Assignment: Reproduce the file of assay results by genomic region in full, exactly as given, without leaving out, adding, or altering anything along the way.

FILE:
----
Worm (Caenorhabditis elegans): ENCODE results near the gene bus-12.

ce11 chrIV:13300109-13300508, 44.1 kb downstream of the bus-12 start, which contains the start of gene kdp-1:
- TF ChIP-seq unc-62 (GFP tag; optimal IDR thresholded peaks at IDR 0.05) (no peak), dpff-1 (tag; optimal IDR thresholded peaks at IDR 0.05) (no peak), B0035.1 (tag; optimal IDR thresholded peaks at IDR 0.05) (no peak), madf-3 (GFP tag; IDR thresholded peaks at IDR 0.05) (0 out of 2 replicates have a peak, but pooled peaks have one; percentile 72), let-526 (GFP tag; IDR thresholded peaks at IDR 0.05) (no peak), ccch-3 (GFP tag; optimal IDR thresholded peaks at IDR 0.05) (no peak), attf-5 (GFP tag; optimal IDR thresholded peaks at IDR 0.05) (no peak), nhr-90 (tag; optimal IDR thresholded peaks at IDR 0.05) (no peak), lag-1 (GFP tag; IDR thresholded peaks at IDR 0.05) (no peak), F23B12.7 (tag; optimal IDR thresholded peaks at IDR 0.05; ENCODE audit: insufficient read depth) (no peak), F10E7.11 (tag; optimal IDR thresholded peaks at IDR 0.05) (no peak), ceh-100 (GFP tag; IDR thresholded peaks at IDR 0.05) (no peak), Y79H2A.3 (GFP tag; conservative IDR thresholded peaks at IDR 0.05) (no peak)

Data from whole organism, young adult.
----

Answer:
Worm (Caenorhabditis elegans): ENCODE results near the gene bus-12.

ce11 chrIV:13300109-13300508, 44.1 kb downstream of the bus-12 start, which contains the start of gene kdp-1:
- TF ChIP-seq unc-62 (GFP tag; optimal IDR thresholded peaks at IDR 0.05) (no peak), dpff-1 (tag; optimal IDR thresholded peaks at IDR 0.05) (no peak), B0035.1 (tag; optimal IDR thresholded peaks at IDR 0.05) (no peak), madf-3 (GFP tag; IDR thresholded peaks at IDR 0.05) (0 out of 2 replicates have a peak, but pooled peaks have one; percentile 72), let-526 (GFP tag; IDR thresholded peaks at IDR 0.05) (no peak), ccch-3 (GFP tag; optimal IDR thresholded peaks at IDR 0.05) (no peak), attf-5 (GFP tag; optimal IDR thresholded peaks at IDR 0.05) (no peak), nhr-90 (tag; optimal IDR thresholded peaks at IDR 0.05) (no peak), lag-1 (GFP tag; IDR thresholded peaks at IDR 0.05) (no peak), F23B12.7 (tag; optimal IDR thresholded peaks at IDR 0.05; ENCODE audit: insufficient read depth) (no peak), F10E7.11 (tag; optimal IDR thresholded peaks at IDR 0.05) (no peak), ceh-100 (GFP tag; IDR thresholded peaks at IDR 0.05) (no peak), Y79H2A.3 (GFP tag; conservative IDR thresholded peaks at IDR 0.05) (no peak)

Data from whole organism, young adult.